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Successful Manned Space Mission Triggers Booming Aerospace Economy

Photo of Shenzhou 6's launch. 'During the first ten years of this century, 650 to 800 billion US dollars of investment are expected to flow into the global aerospace industry. By 2020, the output of the US space industry will account for 10 to 15 percent of its GDP, according to the newspaper'.
Beijing, China (SPX) Oct 24, 2005
The recent successful journey of China's Shenzhou-6 spacecraft has boosted the aerospace economy in the country, with share prices at 10 listed astronautic companies rising by 7 percent in one week.

"The launching of the Shenzhou-6 spacecraft at the end of the 10th Five-Year Plan period (2001-2005) will have a far-reaching impact upon China's macro-economy as well as the next Five-Year Plan," Professor Han Liyan of the Beijing University of Aeronautics and Astronautics was quoted by the Economic Information Daily as saying.

Xu Dazhe, deputy general manager of the China Aerospace Science and Technology Corp., which developed Shenzhou-6, revealed that the launching of Shenzhou-6 cost 900 million yuan (approximately 110 million US dollars), solely provided by the government.

"It will bring tremendous economic benefits to the country," he said.

Han Liyan estimated that China's aerospace project has involved a chain of industries worth 120 billion yuan (14.8 billion US dollars).

The Shenzhou-6 project and the aeronautic industry will boost the national economy both in the long run and short term, he said.

Inaugurated in 1992, China's manned space program is solely dependent on its own technology, involving hundreds of up and down-stream enterprises and research institutions and thousands of cooperative working units in the country, Vice Minister Ma Songde of Science and Technology was quoted by the Economic Information Daily newspaper as saying.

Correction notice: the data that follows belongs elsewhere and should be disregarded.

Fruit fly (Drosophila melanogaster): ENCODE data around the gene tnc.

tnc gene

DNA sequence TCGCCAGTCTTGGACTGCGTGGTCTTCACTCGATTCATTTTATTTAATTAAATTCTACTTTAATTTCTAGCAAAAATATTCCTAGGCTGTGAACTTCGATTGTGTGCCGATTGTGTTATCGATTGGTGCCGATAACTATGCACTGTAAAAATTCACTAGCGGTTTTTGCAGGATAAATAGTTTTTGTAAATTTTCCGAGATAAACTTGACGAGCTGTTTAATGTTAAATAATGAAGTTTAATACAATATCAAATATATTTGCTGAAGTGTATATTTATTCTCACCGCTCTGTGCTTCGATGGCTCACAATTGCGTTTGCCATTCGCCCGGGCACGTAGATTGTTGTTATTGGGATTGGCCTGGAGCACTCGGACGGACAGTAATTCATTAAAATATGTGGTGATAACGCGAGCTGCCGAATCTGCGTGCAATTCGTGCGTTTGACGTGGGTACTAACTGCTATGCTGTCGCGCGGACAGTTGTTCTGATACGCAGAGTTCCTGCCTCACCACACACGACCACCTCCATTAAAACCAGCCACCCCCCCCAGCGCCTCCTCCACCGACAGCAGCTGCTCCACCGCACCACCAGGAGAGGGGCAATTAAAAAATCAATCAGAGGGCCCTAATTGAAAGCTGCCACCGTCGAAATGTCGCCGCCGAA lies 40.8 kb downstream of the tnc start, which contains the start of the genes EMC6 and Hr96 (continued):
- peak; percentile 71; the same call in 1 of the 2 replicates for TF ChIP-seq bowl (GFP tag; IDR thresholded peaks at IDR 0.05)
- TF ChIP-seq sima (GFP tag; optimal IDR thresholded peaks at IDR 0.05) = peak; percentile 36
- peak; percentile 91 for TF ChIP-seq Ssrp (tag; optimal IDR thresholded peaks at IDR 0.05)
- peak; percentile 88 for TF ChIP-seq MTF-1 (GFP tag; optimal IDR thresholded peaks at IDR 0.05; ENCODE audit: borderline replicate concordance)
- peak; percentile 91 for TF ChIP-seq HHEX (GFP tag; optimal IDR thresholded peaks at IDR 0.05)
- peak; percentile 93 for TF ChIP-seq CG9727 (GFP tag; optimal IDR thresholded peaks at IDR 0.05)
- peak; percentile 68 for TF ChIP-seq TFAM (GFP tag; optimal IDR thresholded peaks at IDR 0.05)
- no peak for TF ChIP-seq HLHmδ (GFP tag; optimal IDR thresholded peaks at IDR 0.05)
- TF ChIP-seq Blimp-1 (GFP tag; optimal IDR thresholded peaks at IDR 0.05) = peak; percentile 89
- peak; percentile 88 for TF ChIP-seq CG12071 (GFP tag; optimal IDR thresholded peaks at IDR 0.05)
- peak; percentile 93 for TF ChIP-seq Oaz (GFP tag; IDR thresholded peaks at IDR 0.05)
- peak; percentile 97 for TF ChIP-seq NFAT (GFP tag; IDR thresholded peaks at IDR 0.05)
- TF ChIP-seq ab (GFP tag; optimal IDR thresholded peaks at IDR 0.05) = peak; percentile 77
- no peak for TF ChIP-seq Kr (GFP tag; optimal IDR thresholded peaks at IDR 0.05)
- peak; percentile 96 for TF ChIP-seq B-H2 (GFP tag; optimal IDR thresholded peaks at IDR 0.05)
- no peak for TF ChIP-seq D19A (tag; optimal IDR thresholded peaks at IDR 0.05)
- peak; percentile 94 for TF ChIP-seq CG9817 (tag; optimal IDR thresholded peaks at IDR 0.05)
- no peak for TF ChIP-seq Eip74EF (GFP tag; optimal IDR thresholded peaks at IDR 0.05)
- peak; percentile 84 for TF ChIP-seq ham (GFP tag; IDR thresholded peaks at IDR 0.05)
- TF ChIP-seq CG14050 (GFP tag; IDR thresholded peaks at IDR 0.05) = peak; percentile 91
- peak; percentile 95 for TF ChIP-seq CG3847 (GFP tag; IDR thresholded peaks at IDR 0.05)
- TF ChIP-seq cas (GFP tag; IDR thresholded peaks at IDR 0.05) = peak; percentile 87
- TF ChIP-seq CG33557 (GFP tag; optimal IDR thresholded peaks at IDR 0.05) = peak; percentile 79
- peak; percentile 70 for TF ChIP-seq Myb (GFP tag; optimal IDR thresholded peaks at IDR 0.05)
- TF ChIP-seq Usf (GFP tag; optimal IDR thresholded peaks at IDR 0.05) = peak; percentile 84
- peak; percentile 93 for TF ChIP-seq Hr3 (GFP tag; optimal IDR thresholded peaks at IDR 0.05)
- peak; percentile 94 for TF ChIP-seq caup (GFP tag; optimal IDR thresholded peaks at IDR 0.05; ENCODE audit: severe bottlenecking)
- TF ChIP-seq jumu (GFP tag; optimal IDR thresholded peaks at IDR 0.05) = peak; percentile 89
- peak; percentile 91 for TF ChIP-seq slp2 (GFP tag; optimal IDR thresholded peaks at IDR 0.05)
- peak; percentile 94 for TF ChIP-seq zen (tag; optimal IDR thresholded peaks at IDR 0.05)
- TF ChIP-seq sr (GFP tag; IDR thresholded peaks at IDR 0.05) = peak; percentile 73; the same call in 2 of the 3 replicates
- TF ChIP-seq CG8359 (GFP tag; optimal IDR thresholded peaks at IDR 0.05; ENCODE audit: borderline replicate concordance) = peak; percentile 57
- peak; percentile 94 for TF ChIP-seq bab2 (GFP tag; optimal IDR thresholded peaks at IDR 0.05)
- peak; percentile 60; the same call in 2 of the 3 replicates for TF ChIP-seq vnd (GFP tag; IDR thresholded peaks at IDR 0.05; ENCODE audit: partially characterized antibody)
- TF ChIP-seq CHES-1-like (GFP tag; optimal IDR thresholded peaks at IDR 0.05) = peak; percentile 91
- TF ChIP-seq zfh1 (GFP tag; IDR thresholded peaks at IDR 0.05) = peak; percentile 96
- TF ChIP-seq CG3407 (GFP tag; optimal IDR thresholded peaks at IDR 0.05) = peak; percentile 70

The manned space program will stimulate the rapid development of new materials, telecommunications and the biological industry, he said.

According to international practice, the one-dollar investment in the aerospace program will bring about an 8 to 14-dollar benefit to the whole society, the newspaper said.

During the first ten years of this century, 650 to 800 billion US dollars of investment are expected to flow into the global aerospace industry. By 2020, the output of the US space industry will account for 10 to 15 percent of its GDP, according to the newspaper.

On the day when Shenzhou-6 was launched, the advertisement price on China Central Television (CCTV) was around 2 million yuan (246,610 US dollars) per five seconds, the newspaper said.

The successful space tour has lifted up the share prices of three companies, namely Astronautic Machinery and Electronics, Astronautic Science and Technology and Astronautic Power, by over 10 percent in one week, when most other shares listed in Chinese stock markets remained stable.

The United States created 2 trillion US dollars of profit through the industrialization of space technology, and the revenue of the French space industry is close to 20 billion euros annually, Zhang Qingwei, general manager of the China Aerospace Science and Technology Corp., told the newspaper.

China is speeding up its industrialization process of space technology. The China Aerospace Science and Technology Corp. expects its total assets to hit 100 billion yuan (12 billion US dollars) by the end of 2005 and total revenue to hit 100 billion yuan by 2010.

Although it is still hard to calculate the exact profit and revenue brought by the space program, it is true that ordinary people's lives are connected with aerospace technology, said Xu Dazhe.

"The successful of Shenzhou-6 is of great significance for elevating China's prestige in the world, promoting China's economic, scientific and national defense capabilities and consolidating the national cohesiveness," Chinese top legislator Wu Bangguo said at the Beijing Aerospace Command and Control Center in a congratulatory message.

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Shenzhou 6 Orbital Module Still Working In Space
Beijing (XNA) Oct 21, 2005
The Beijing Aerospace Command and Control Center has changed the orbiting altitude of the Shenzhou-6 capsule. This will allow the orbital module to continue working in space for six more months, during which a series of experiments will be carried out.

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